If your debts are primarily consumer debts, like credit cards, medical bills and payday loans, you cannot file chapter 7 bankruptcy if your income is over certain thresholds, at least not without drawing a "motion to dismiss" from the U.S. Trustee's office. Section 707(b) of the Bankruptcy Code provides a "means test" or formula to determine if your case will be presumed to be an abuse of the Bankruptcy Code, and therefore subject to dismissal.
But if your debts are business debts, or another kind of non-consumer debt, like taxes or a tort claim, then you do not have to undergo the means test. In this recent court case in Houston, a couple was trying to file chapter 7 even though their income was high. They argued that their debts were primarily business debts. In re Martin, Bankr. Court, SD Texas 2013.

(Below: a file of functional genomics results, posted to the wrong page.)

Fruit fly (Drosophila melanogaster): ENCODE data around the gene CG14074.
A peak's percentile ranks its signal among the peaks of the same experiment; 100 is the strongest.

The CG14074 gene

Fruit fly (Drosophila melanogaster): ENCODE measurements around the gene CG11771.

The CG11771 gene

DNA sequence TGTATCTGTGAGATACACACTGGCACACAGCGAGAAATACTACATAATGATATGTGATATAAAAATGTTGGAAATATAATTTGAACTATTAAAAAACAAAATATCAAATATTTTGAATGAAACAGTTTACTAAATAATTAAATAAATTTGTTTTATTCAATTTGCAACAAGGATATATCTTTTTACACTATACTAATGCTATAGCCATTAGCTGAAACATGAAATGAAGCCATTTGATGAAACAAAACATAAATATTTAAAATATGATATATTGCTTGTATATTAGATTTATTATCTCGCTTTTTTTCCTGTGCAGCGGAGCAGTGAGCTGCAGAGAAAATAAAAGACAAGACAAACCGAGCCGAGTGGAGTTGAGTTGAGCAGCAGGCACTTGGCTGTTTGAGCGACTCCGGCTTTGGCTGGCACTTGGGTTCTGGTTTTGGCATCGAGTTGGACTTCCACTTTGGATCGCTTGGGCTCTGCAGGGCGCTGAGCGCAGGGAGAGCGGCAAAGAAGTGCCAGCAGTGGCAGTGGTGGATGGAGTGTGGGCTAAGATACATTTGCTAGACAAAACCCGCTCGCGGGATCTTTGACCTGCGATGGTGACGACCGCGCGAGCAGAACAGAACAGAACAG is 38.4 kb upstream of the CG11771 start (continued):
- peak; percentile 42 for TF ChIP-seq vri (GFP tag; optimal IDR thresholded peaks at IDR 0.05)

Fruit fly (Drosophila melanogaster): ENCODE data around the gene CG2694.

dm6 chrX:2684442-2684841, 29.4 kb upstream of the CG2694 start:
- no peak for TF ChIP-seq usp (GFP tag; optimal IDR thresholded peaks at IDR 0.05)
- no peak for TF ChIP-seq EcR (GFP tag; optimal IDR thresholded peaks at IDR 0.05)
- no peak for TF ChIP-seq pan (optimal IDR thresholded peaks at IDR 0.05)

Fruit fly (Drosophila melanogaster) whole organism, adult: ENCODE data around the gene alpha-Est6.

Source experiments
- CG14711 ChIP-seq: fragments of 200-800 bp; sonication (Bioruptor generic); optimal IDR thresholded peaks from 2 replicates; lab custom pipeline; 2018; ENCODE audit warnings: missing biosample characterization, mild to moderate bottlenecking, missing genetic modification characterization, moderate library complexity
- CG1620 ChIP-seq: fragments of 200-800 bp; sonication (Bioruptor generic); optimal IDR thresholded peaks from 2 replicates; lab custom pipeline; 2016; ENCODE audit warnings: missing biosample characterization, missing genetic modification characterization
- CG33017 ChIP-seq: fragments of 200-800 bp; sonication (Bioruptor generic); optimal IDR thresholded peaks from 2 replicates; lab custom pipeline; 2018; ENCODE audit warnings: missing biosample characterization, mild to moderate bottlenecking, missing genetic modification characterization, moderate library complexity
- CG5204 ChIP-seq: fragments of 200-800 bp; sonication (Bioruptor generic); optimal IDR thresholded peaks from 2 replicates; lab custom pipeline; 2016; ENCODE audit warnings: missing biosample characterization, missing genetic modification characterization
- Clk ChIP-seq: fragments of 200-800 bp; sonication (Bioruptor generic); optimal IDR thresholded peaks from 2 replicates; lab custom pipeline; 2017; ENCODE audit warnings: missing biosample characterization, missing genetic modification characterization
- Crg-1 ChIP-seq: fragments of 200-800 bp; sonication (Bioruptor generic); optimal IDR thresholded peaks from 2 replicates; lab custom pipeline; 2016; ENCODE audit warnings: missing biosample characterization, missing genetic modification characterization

Ultimately, the Bankruptcy Court sided with them, and determined that the complaining creditor had not proved their case, that the debt was primarily consumer debts. Since the debts of the debtors were primarily business debts, they did not have to undergo the means test, and they could get their discharge in bankruptcy.
But what I found interesting, what that the Court did not allow the debtors to count two large business debts, for "foreclosure deficiencies" owed after the foreclosure sale of certain business property. The Court didn't allow them to count those two big debts because the Court found that they were time-barred or uncollectible, since they did not sue the debtors within two years after the foreclosures occurred.
The statute of limitations for most debts in Texas is 4 years. But for foreclosure deficiencies, the creditors must sue within 2 years, or the debt is time-barred. Texas Property Code, Section 51.003.